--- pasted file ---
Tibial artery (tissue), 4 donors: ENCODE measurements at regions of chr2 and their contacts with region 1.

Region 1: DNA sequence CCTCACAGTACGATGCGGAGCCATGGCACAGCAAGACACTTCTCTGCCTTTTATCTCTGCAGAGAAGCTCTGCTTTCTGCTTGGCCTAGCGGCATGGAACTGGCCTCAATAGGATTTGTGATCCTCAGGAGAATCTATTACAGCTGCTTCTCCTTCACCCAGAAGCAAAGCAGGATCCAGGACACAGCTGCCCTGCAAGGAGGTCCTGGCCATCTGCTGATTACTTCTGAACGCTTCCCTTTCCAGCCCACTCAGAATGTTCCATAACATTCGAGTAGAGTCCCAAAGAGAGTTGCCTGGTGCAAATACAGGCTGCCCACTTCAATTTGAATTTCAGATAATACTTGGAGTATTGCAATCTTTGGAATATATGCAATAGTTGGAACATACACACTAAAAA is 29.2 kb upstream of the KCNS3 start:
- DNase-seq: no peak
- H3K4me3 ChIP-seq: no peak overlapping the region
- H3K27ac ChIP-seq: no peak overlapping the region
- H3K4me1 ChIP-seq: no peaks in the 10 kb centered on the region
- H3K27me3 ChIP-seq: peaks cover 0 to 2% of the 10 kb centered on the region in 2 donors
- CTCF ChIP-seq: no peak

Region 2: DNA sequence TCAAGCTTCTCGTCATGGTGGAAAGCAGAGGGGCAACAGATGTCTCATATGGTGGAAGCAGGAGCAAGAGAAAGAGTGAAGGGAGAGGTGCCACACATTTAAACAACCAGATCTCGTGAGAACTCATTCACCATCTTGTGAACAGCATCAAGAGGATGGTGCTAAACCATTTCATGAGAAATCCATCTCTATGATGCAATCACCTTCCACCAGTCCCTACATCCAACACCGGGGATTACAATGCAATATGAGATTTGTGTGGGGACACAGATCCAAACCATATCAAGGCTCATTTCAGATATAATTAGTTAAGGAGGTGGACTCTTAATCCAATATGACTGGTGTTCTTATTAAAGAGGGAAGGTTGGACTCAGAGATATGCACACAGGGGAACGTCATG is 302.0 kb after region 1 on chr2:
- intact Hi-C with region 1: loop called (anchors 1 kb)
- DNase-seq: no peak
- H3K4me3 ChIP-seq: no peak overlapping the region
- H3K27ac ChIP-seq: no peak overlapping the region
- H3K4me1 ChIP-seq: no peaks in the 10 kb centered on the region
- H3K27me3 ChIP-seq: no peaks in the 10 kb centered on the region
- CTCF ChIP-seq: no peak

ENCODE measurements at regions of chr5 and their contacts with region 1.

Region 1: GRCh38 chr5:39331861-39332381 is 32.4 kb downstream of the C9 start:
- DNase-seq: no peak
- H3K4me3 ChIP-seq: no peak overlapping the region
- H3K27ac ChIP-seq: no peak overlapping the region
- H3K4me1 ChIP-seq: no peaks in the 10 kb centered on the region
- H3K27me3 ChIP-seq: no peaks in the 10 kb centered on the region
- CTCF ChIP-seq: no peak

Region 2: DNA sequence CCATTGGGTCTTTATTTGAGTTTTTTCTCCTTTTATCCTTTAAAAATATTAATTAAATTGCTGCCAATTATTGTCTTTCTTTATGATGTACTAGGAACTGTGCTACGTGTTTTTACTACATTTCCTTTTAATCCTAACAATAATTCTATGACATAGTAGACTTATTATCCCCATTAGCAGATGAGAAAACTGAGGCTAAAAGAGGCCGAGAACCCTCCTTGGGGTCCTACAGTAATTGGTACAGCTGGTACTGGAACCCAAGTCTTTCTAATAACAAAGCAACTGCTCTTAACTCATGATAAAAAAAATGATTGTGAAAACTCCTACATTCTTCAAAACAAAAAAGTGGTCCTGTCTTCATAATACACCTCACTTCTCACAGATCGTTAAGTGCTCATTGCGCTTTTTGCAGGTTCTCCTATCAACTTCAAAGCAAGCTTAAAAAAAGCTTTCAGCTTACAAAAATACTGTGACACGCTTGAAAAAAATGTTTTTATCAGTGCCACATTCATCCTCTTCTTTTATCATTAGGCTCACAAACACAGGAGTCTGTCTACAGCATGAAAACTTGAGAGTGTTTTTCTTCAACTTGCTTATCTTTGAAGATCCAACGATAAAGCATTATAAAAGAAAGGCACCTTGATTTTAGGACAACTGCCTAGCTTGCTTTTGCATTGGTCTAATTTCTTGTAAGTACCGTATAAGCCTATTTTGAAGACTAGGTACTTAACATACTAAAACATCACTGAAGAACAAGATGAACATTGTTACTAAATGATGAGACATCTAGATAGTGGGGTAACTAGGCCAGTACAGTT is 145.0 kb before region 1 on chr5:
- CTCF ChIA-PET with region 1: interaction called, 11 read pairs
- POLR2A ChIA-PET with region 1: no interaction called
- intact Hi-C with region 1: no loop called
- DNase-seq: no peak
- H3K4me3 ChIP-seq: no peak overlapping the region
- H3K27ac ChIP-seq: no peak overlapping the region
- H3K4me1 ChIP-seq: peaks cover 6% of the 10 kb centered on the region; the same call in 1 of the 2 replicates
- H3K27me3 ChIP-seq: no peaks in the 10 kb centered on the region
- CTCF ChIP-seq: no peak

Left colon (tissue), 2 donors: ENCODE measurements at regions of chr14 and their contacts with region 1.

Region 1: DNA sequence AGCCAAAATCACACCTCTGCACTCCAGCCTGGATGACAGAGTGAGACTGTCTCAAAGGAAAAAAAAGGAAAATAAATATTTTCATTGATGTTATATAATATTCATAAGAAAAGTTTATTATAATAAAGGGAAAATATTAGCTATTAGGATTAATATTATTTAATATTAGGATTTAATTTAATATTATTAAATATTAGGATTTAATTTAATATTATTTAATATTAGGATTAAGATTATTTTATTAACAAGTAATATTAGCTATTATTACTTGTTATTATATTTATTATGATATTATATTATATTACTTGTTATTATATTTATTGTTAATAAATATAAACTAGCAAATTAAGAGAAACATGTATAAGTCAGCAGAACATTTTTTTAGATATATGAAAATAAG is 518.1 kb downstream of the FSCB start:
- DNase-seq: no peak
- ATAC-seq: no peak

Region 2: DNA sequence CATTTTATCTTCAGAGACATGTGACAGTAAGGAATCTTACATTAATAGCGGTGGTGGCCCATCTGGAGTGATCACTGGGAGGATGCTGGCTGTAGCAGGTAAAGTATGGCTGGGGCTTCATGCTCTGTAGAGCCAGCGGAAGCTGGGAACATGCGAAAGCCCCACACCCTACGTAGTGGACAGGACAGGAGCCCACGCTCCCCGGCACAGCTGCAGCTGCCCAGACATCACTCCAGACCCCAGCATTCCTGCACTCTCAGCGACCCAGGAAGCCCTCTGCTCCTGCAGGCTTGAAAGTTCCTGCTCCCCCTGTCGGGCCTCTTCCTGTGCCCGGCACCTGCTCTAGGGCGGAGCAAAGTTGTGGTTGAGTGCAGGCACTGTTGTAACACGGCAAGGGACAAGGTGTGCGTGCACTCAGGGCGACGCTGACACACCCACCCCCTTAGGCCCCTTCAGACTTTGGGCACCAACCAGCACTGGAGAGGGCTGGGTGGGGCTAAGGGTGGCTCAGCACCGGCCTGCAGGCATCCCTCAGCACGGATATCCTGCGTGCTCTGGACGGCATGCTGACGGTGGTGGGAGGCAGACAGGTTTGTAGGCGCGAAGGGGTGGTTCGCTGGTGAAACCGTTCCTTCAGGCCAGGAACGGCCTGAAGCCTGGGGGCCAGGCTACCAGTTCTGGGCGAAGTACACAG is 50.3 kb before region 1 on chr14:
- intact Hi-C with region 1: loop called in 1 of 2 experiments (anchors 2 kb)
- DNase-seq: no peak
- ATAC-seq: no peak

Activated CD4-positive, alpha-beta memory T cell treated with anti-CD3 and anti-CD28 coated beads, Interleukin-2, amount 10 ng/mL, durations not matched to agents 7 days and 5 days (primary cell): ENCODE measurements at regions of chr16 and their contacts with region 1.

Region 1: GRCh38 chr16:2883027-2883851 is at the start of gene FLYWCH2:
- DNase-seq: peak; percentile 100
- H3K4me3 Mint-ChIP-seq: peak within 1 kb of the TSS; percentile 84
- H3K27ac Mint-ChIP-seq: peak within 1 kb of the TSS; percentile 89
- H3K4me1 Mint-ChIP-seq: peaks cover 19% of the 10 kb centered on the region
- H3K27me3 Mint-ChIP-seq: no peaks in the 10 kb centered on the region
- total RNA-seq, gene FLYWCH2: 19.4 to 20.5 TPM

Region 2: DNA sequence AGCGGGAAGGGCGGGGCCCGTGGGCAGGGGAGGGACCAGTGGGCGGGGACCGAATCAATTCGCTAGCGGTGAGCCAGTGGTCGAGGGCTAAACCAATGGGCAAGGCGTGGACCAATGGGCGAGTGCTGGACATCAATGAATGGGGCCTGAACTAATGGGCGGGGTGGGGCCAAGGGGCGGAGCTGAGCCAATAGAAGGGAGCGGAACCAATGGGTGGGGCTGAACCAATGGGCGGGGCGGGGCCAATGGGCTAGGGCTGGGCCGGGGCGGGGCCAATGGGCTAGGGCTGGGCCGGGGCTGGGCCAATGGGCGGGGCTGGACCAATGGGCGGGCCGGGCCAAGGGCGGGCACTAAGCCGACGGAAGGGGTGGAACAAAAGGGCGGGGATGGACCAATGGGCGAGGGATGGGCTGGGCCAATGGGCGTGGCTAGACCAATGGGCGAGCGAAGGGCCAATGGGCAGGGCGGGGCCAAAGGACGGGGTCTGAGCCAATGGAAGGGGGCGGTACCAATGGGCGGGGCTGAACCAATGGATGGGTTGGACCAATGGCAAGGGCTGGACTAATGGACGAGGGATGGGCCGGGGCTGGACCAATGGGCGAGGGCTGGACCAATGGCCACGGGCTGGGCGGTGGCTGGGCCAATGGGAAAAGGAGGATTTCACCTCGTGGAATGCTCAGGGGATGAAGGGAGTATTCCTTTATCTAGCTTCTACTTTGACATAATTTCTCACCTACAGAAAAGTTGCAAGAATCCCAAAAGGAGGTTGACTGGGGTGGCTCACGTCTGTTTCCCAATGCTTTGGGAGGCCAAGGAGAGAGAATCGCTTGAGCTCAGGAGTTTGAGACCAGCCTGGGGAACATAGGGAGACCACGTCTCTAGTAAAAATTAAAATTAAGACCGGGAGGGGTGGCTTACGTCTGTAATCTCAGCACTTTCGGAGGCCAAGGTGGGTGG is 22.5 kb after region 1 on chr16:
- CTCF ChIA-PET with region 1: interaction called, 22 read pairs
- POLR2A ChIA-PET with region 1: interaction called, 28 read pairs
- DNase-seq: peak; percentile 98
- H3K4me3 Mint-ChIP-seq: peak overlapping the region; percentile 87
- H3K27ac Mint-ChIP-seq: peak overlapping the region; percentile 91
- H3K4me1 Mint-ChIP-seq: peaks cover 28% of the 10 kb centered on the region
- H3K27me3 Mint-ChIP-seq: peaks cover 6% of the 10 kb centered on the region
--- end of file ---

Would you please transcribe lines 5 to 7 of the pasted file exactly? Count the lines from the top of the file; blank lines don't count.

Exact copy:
- H3K27ac ChIP-seq: no peak overlapping the region
- H3K4me1 ChIP-seq: no peaks in the 10 kb centered on the region
- H3K27me3 ChIP-seq: peaks cover 0 to 2% of the 10 kb centered on the region in 2 donors